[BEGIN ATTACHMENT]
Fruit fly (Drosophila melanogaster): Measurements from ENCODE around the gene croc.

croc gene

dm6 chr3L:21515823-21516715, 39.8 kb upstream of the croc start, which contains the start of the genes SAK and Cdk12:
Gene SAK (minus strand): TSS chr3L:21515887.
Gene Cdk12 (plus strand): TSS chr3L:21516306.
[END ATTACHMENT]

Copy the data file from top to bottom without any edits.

Fruit fly (Drosophila melanogaster): Measurements from ENCODE around the gene croc.

croc gene

dm6 chr3L:21515823-21516715, 39.8 kb upstream of the croc start, which contains the start of the genes SAK and Cdk12:
Gene SAK (minus strand): TSS chr3L:21515887.
Gene Cdk12 (plus strand): TSS chr3L:21516306.